I. Finishing up the tutorial apps
The students have been working on different tutorial apps at different paces.
One pair worked on extending “Two Things,” an app that features a picture of an elephant and a picture of a monkey, plus buttons to play their corresponding animal noises. This app requires one sound to pause when another one starts playing – a slightly more complex feature than introductory text-to-speech apps, which play sounds all the way through.
At first, the students struggled with the idea of nesting one logic statement within another in order to detect state – and how, exactly, these statements get ordered. We decided that sometimes, it helps to say the logic out loud in English before trying to fit the blocks together on the fly. The students nearly had this code block working (changing the if-statement to an if-else statement)… when the bell rang!
Another pair had extended their Digital Doodle app to include more colors:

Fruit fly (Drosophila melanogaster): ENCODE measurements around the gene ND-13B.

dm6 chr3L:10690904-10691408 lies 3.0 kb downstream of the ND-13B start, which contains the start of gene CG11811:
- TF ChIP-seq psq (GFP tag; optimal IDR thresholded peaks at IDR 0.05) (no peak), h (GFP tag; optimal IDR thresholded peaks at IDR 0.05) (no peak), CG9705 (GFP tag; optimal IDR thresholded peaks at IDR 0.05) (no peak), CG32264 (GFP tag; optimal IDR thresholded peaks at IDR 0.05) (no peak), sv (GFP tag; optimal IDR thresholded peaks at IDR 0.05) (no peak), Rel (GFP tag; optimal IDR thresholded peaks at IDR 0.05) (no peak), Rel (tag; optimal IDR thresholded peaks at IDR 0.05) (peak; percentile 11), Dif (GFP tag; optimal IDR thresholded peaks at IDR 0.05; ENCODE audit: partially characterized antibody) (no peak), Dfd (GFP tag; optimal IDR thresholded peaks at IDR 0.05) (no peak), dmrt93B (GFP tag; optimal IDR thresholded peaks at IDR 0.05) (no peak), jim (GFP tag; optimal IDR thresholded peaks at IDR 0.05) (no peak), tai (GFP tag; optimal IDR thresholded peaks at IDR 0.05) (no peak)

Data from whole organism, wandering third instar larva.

Excited to get things bouncing around the screen, they moved on to the Mini Golf tutorial. Another pair had similar excitement with the Space Invaders tutorial – but kept getting frustrated by red triangles, which indicate errors in the code. We talked about the importance of resolving bugs as you go, instead of letting them accumulate.
II. Developing unique apps
The other part of Mike’s lesson was to get the students thinking about the meaning behind their Martin Luther King app tutorial. What sorts of apps could they create that would be meaningful and helpful to their own communities? Students wrote their ideas on the board over the course of the classes.
Most of these ideas related to their own interests and hobbies:
- a tutorial app that would help someone maintain/fix a motocross vehicle
- a tuning fork app that can help musicians tune their violins and cellos
- a drawing app that will help basketball coaches explain plays to the team
- a fill-in-the-blank grammar game that will help children learn the parts of speech
Next class, the students will vote on which ideas they like best, and will begin developing their own unique apps.
The MIT MoleMash tutorial for App Inventor introduces several best practices.
But sometimes “best practices” distract novices from what they really need to understand.
MoleMash means to introduce these particular big ideas:
- sprites—which can move around and react to being “touched”
- the random function, and using it to move a sprite by setting its X and Y coordinates
- keeping a score variable, and incrementing it.